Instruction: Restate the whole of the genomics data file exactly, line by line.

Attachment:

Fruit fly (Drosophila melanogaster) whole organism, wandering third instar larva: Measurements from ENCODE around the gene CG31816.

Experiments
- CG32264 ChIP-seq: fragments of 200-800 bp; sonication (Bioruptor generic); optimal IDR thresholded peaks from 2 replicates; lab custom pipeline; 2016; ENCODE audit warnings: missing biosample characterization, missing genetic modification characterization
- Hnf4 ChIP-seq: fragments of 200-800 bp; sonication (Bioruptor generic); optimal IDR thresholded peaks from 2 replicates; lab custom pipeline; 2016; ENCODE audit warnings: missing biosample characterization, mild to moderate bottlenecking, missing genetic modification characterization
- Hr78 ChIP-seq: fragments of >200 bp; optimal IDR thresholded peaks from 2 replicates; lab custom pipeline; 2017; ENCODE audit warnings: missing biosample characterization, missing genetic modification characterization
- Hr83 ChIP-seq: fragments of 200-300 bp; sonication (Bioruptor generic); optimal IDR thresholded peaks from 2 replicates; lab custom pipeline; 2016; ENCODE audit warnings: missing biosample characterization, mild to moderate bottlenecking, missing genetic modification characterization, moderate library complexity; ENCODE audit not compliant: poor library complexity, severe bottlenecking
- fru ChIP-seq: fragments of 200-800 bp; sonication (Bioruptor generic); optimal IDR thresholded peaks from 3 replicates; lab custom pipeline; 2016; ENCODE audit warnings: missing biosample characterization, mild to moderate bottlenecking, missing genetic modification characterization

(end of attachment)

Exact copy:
Fruit fly (Drosophila melanogaster) whole organism, wandering third instar larva: Measurements from ENCODE around the gene CG31816.

Experiments
- CG32264 ChIP-seq: fragments of 200-800 bp; sonication (Bioruptor generic); optimal IDR thresholded peaks from 2 replicates; lab custom pipeline; 2016; ENCODE audit warnings: missing biosample characterization, missing genetic modification characterization
- Hnf4 ChIP-seq: fragments of 200-800 bp; sonication (Bioruptor generic); optimal IDR thresholded peaks from 2 replicates; lab custom pipeline; 2016; ENCODE audit warnings: missing biosample characterization, mild to moderate bottlenecking, missing genetic modification characterization
- Hr78 ChIP-seq: fragments of >200 bp; optimal IDR thresholded peaks from 2 replicates; lab custom pipeline; 2017; ENCODE audit warnings: missing biosample characterization, missing genetic modification characterization
- Hr83 ChIP-seq: fragments of 200-300 bp; sonication (Bioruptor generic); optimal IDR thresholded peaks from 2 replicates; lab custom pipeline; 2016; ENCODE audit warnings: missing biosample characterization, mild to moderate bottlenecking, missing genetic modification characterization, moderate library complexity; ENCODE audit not compliant: poor library complexity, severe bottlenecking
- fru ChIP-seq: fragments of 200-800 bp; sonication (Bioruptor generic); optimal IDR thresholded peaks from 3 replicates; lab custom pipeline; 2016; ENCODE audit warnings: missing biosample characterization, mild to moderate bottlenecking, missing genetic modification characterization